Figure 1: Tumor cells in sheets with pleomorphism, prominent nucleoli, and abundant eosinophilic cytoplasm (H and E, ×100). Insect showing tumor cells with rhabdoid features (H and E, ×400)

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Figure 2: Section from humerus lesion showing pleomorphic tumor cells in between the bony trabeculae. (H and E, ×100)

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Figure 3: Tumor cells showing immunoreactivity for pan CK, EMA, and vimentin and negative for CD 34 (IHC, ×100)

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Figure 4: Desmin positivity in the rhabdoid-appearing tumor cells. (IHC, ×100)

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ES is usually multinodular with a central necrosis surrounded by bland polygonal cells with eosinophilic cytoplasm and peripheral spindling. The classic- type ES has cells with only mild atypia, although they can appear more pleomorphic in recurrences or metastases. Therefore, it has a wide range of differential diagnosis including granuloma annulare, melanoma, and epithelioid vascular neoplasms. Hence, ES is characterized by diagnostic difficulties, both clinically and histopathologically.[3] On this account, the IHC studies are of paramount importance. Epithelioid sarcomas regularly express vimentin, CK, and EMA, and about half of the epithelioid sarcomas are positive for CD34.[4] In the present case, though CD34 was negative, vimentin, CK, EMA and desmin were positive.

An aggressive subtype of ES has been known as the “proximal-type. It is more frequently seen in the pelvis and perineum of young to middle-aged adults. It usually lacks the conventional “granuloma-like appearance.” In addition to presence of oval to polygonal cells, it shows characteristic large cells with'rhabdoid' traits.[5] Desmin expression has been noted in the rhabdoid cell component of proximal type of ES.[5]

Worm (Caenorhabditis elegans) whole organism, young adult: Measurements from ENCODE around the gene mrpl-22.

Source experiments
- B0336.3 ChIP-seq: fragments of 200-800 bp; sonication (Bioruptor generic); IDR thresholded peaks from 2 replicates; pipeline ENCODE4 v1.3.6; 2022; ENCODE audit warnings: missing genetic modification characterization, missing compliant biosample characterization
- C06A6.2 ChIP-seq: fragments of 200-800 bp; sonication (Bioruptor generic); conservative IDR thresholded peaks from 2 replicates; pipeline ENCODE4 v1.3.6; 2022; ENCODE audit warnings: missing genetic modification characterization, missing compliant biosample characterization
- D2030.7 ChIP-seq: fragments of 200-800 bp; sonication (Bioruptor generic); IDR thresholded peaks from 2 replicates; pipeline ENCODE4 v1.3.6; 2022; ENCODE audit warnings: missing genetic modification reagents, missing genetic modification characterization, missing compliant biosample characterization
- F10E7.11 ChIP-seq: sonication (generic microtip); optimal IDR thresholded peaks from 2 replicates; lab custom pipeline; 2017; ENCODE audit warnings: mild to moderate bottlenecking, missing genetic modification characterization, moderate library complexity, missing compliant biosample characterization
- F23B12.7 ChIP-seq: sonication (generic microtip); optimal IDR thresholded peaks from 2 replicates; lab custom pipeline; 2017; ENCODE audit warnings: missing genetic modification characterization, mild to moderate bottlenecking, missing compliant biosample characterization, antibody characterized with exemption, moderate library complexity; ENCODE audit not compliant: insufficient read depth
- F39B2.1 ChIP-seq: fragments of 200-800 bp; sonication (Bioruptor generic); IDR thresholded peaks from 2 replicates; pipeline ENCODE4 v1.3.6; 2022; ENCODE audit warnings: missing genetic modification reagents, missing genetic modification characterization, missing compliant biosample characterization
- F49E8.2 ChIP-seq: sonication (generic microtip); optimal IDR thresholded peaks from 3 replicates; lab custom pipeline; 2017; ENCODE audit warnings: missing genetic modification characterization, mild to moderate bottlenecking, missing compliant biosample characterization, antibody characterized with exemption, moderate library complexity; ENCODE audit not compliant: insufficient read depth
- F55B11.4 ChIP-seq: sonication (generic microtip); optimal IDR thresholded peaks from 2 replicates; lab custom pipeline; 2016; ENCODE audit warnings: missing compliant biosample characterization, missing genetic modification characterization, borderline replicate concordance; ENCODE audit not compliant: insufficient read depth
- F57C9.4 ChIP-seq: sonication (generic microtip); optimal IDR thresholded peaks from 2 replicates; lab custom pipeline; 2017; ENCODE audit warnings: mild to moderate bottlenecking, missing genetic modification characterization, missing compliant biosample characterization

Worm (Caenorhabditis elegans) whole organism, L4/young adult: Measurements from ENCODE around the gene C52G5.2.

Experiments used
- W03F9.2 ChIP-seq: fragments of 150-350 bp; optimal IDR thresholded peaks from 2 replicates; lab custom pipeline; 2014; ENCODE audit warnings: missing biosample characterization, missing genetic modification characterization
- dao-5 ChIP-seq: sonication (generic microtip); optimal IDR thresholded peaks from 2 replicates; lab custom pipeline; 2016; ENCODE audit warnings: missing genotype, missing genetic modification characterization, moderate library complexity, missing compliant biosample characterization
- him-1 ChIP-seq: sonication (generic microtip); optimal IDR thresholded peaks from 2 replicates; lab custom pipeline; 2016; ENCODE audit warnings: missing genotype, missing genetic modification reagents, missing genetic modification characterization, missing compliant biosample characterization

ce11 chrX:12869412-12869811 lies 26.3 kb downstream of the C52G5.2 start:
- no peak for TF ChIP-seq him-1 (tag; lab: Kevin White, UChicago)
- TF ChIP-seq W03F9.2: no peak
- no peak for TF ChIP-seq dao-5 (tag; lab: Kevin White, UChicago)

In the present case, tumor cells revealed rhabdoid features, but necrosis was absent. At the same time, metastasis was observed in the upper end of humerus, indicating aggressive nature. In a series of 20 cases, it has been observed that 65% of the patients developed local recurrence and 75% of the patients developing metastases, primarily to the lymph nodes, lung, bone, and skin.[6] Total surgical excision with clear margins and high-dose chemo-radiotherapy represent optimum treatment and achieve low rates of local recurrence.[1],[4]

It is important to identify ES from a list of differential diagnoses in view of its aggressive behavior. A timely diagnosis with optimal treatment can be helpful in improving the outcome.

 
  References Top

1.
Enzinger FM. Epitheloid sarcoma. A sarcoma simulating a granuloma or a carcinoma. Cancer 1970;26:1029-41.  Back to cited text no. 1
[PUBMED]    
2.
Rekhi B, Gorad BD, Chinoy RF. Clinicopathological features with outcomes of a series of conventional and proximal-type epithelioid sarcomas, diagnosed over a period of 10 years at a tertiary cancer hospital in India. Virchows Arch 2008;453:141-53.  Back to cited text no. 2
    
3.
Armah HB, Parwani AV. Epithelioid sarcoma. Arch Pathol Lab Med 2009;133:814-9.  Back to cited text no. 3
    
4.
Fisher C. Epithelioid sarcoma of Enzinger. Adv Anat Pathol 2006;13:114-21.  Back to cited text no. 4
    
5.
Guillou L, Wadden C, Coindre JM, Krausz T, Fletcher CD. “Proximal-type” epithelioid sarcoma, a distinctive aggressive neoplasm showing rhabdoid features. Clinicopathologic, immunohistochemical, and ultrastructural study of a series. Am J Surg Pathol 1997;21:130-46.  Back to cited text no. 5
    
6.
Hasegawa T, Matsuno Y, Shimoda T, Umeda T, Yokoyama R, Hirohashi S. Proximal-type epithelioid sarcoma: A clinicopathologic study of 20 cases. Mod Pathol 2001;14:655-63.  Back to cited text no. 6
    


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  [Figure 1], [Figure 2], [Figure 3], [Figure 4]